Sea Kayaking Around Cape Scott, Part 2

A trip from a time before digital photography.

August 25, 1999 We awoke to a mix of blue sky and clouds, and no rain! With a forecast for 15 knot westerly winds, we made the decision to go for rounding Cape Scott today, and got launched about 9:45AM. Even as we crossed Experiment Bight, we could see foam from swells breaking on rocks north of Cape Scott.

Near the north of the cape, Stania was startled by a sea lion surfacing with an explosive snort just behind her. He torpedoed past our bows, glaring back as he paced us. Just then we noticed, in a kelp bed a couple of hundred feet away, the front flippers of numerous sleeping sea lions, presumably our escort’s harem. By this time we’d passed our closest point of approach to the ladies, so as much as one can tiptoe in a kayak, we tiptoed away, while trying to project soothing vibes to the effect of “We have no designs on your wives, lovely and blubbery though they all are, we’re sure.”

Continue reading

Electric Pumps For Sea Kayaks: The Why And The How

The Why

There are valid reasons to always carry a hand pump when sea kayaking. In my home Canadian waters, a bailer of some sort is a legal requirement. If you’re assisting another paddler, a hand pump lets you empty the rescuee’s cockpit while leaving their sprayskirt fastened to keep out waves. It’s smart to have a manual back-up to electric devices. And I have successfully self-rescued using only a hand pump in moderate conditions. But when the surf really hits the fan, I don’t count on a hand pump alone to save my soggy ass.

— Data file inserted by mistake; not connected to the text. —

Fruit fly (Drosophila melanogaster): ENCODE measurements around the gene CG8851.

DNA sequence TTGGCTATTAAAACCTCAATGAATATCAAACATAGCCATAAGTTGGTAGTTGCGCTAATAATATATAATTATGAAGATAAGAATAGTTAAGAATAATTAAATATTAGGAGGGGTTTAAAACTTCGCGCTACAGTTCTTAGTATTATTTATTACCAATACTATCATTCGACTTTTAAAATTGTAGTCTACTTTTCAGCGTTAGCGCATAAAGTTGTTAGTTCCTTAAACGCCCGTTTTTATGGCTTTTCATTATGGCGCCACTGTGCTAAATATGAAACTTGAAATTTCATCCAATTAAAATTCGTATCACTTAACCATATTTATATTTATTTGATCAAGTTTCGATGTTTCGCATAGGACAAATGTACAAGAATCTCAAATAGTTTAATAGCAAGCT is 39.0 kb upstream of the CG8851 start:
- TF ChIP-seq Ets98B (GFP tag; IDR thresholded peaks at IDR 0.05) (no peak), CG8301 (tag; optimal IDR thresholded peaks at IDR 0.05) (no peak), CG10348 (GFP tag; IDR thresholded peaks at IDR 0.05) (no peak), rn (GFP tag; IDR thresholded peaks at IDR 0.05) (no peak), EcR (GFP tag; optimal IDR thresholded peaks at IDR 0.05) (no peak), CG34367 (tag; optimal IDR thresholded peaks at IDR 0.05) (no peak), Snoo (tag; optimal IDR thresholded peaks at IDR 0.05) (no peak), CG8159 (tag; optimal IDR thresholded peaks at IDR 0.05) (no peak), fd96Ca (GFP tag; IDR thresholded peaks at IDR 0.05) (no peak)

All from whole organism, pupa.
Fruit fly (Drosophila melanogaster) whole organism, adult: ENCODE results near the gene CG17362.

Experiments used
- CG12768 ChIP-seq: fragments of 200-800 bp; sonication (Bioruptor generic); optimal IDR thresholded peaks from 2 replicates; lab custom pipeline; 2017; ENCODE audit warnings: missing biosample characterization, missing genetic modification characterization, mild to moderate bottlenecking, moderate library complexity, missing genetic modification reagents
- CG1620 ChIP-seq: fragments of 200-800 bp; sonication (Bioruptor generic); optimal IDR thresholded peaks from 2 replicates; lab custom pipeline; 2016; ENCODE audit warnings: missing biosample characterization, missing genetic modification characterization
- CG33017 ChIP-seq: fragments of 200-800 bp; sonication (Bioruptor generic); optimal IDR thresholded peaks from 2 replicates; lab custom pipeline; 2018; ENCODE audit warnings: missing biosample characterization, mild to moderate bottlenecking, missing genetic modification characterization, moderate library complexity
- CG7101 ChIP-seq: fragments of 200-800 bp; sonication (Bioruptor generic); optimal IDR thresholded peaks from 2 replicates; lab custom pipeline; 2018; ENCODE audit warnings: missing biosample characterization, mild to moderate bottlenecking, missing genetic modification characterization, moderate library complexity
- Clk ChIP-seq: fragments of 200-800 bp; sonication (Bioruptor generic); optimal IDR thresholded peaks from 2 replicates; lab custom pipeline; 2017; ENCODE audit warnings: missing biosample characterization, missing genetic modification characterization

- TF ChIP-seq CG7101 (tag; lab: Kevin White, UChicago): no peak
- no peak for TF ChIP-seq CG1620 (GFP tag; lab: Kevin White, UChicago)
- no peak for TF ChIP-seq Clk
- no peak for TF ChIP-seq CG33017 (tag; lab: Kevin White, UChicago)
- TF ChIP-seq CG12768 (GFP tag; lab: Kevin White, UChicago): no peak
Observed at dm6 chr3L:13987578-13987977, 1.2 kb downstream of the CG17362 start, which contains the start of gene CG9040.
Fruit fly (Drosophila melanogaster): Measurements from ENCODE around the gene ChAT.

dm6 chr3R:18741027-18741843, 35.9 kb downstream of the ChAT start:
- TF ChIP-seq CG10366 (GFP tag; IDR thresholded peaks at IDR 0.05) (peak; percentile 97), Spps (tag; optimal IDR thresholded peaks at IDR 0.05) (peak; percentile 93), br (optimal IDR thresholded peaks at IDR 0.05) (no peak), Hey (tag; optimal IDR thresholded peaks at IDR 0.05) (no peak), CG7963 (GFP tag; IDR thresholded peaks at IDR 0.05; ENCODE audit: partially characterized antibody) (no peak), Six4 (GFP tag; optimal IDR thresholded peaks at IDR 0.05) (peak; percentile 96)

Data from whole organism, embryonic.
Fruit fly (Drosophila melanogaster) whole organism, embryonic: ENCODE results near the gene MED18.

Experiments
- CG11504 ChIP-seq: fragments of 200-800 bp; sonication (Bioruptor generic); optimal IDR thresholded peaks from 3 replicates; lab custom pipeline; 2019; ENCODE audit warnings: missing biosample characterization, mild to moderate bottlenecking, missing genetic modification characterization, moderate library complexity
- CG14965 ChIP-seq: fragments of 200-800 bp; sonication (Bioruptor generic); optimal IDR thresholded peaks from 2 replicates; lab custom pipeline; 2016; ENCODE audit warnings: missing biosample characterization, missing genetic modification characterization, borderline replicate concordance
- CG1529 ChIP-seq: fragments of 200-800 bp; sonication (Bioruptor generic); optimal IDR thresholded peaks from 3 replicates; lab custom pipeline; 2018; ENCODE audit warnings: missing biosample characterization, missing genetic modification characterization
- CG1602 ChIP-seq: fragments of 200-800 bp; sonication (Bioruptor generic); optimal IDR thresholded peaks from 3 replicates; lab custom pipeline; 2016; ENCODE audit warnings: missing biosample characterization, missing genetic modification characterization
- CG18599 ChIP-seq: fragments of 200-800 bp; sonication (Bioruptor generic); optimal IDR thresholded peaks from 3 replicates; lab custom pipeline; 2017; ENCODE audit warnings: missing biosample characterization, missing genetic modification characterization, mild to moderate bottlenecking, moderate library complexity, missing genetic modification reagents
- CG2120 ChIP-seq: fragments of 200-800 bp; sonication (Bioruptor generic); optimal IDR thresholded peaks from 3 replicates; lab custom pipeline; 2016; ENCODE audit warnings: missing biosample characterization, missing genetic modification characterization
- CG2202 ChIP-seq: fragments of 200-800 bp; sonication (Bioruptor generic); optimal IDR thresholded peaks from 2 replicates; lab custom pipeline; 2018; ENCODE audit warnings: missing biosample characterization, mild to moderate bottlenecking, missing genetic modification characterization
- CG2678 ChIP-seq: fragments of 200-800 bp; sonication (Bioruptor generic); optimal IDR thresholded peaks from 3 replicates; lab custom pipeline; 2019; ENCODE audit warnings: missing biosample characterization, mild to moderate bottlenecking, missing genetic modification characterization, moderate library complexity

My first generation electric kayak pump. The grey metal nozzle on the left side of the battery case is a pneumatic switch, activated through a hose by an air button.

My first generation electric kayak pump. The grey metal nozzle on the left side of the battery box is a pneumatic switch, activated by an air button at the far end of plastic tubing.

Continue reading